Part one - Denial.
The trip took less time than I hoped it would. I kept playing various scenarios in my head, building decision-making trees, analyzing the pieces of the puzzle.
Unfortunately, no car-trip takes forever and this one was no exception. I found myself in an unknown part of the city, it was dark; only a few stars were visible in the sky. Silence was everywhere, occasionally interrupted by the roar of car engines... "What brought them here?" I wondered...
The small building gave me an eerie feeling, there was no rolling tumbleweed or screeching of rusty metal, but it felt like it. I peeked inside - I saw several boxes, some flowers, and labels.
I immediately began to think about the business-oriented nature of the modern world, even this is now optimized.
A man stepped out, explaining that "what you are about to see is very disturbing, and it is alright if you change your mind - many people do that". I wasn't thinking about "difficult" or "disturbing", for I knew that if you were in my place - you would go there without hesitation.
I must also confess that there was an easier way to make up my mind - I was thinking that this is "just an unavoidable ugly part", that I'd walk in, take a look, draw a check-mark in my list, then walk out; that would be a job well done. I then imagined how I would tell you the story of how it went, what I felt and what I thought about it, we'd get a hell of a laugh out of it, you would add a few stories of your own (like the one with the guy who walked with a piece of an arm in his bag for a few days, then threw it out, and then the police began an investigation because someone found a hand in the trash).
I tried to hide behind a few layers of abstraction and handle this as a pattern matching problem: scan an object, compare it with a template, determine the similarity, return a number between 0 and 100%.
I entered the first room, "the big waiting room", as Seinfeld would probably call it. I saw boxes of various sizes, colours; some had bells and whistles, some were just a plain wooden box. There were crowns of flowers, unlabeled ones, generic ones, as well as personalized ones...
"In the memory of %s\n\n%s-%s"...
That would be a good time to take a break and reconsider the decision, but the decision was made and I had to stick to it. After all, it was just a game.
The other parts of the building were different. The corridors reminded me of the Soviet era - familiar materials, the occasional non-working light-bulb here and there. The smell was different. There were no people around, probably because it was late. Here's a map of what I can remember.
We continued our walk, the smell was getting more intense, empty beds could be seen on either side of the corridor. Empty metallic beds, with wheels, and sometimes - white sheets on top of them. Then I spotted something new - a metallic bed with wheels and a white sheet on top of it. Underneath the sheet I could recognize a familiar shape. You know, when you have a playful cat, sometimes the cat is in "hunt mode", it chases you. You hop onto the bed, hide under the blanket as fast as you can, covering all the holes - to make sure the attacker won't get you. The cat walks around, sniffs the blanket and finds a spot you've missed - your weak spot. You notice it, and you try to cover that too...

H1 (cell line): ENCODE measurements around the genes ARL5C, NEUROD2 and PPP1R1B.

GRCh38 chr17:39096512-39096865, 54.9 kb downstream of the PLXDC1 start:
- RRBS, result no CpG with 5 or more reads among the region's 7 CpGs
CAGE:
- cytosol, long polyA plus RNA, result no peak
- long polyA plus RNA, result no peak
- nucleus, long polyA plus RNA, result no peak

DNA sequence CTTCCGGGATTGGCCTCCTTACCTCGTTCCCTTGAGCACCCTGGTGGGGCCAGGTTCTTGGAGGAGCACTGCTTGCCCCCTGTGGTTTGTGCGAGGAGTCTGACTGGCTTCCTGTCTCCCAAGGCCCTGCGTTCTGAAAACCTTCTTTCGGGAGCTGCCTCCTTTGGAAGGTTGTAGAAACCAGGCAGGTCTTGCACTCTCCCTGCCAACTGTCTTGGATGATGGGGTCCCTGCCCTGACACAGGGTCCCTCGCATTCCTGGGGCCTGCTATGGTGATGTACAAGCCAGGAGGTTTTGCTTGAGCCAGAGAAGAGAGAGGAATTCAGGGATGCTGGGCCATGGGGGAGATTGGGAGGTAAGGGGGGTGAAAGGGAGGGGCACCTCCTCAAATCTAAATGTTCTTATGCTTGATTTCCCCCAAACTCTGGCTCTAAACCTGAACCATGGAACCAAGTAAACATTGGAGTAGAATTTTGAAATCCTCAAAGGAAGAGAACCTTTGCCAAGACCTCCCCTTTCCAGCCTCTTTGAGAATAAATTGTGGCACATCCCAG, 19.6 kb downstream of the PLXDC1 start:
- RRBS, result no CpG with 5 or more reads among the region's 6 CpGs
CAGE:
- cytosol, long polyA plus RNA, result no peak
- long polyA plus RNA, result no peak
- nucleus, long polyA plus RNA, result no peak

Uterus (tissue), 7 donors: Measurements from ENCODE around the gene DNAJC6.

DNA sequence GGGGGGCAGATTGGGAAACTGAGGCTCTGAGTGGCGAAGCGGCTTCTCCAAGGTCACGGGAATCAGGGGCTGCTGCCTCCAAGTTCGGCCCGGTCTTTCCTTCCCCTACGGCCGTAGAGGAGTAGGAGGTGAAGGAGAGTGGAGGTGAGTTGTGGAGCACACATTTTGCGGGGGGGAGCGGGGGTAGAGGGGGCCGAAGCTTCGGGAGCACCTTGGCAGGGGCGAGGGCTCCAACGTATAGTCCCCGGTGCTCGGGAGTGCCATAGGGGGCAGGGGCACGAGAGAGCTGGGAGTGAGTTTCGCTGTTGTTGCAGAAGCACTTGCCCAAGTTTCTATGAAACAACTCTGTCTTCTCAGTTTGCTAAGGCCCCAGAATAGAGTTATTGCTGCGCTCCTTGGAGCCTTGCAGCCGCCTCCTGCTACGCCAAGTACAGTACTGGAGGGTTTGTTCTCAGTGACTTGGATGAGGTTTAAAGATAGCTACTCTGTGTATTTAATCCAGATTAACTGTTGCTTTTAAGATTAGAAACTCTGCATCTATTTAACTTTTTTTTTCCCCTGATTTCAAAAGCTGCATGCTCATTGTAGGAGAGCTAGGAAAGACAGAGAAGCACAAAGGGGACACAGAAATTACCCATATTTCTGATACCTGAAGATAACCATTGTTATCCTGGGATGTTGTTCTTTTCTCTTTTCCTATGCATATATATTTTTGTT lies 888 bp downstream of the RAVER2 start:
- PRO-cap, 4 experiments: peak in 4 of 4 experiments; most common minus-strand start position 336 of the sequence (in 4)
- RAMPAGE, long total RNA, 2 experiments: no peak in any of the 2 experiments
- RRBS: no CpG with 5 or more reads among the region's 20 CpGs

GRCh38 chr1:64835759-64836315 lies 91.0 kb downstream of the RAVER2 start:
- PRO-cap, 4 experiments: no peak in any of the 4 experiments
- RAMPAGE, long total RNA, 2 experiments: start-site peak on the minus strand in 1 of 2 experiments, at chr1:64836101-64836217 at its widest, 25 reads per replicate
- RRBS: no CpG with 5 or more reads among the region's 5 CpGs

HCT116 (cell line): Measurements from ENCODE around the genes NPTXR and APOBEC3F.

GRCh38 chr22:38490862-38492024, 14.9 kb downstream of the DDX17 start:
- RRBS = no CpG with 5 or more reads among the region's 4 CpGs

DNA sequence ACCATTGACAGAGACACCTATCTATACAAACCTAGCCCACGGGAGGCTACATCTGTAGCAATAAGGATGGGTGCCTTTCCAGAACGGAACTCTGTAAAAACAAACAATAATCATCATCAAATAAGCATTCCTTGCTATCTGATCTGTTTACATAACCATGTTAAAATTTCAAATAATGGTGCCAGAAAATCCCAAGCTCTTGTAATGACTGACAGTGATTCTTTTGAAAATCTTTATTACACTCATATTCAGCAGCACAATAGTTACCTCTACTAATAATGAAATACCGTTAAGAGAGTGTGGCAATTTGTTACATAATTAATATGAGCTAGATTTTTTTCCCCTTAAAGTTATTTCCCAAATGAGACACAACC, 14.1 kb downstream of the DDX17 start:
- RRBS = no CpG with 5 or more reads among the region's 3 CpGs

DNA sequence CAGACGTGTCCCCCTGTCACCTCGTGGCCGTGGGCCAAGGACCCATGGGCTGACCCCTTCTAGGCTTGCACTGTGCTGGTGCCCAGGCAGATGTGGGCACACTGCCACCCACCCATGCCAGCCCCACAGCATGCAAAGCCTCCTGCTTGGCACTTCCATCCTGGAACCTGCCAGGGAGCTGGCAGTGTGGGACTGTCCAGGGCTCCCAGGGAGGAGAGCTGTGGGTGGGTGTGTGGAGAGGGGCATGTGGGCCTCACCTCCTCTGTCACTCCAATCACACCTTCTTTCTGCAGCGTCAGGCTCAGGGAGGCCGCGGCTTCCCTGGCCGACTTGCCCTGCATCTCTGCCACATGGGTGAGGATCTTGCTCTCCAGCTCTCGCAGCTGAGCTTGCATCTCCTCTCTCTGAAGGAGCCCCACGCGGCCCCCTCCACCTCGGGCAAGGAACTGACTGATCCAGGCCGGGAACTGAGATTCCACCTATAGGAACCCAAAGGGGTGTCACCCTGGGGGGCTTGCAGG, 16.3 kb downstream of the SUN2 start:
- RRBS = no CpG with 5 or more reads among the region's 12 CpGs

Those people were not hiding anymore.
It gave me a better picture of what I was about to see. I remembered a story my dad shared - as a student he and his colleagues were once given the mission to explore and sort the debris on the site of a plane crash. He said it was a very difficult experience, it was a futile attempt to assemble a puzzle, the pieces of which were mangled beyond recognition. Some were adults, some were little children. This isn't your average "practical laboratory assignment", even if you're in the army... I told myself that if he did it, so could I. Plus, I also knew I was doing it for you - there was no room for changing my mind.
More steps, more beds, more white sheets on top of people who were not playing "hide and seek" anymore, a foul smell, strengthening its grip on my lungs. Something changed in my stomach, breathing got problematic.
We met another guy; he was wearing a white lab-coat, probably an intern taking care of things in the absence of the regular staff. He took us along the corridor, his face showed no discomfort, he was calm. It was clear that he knew the place well. A few more turns, and we were in front of a door which looked different from the other doors. Yes, it was just as old and rusty as the other ones, but it felt heavier.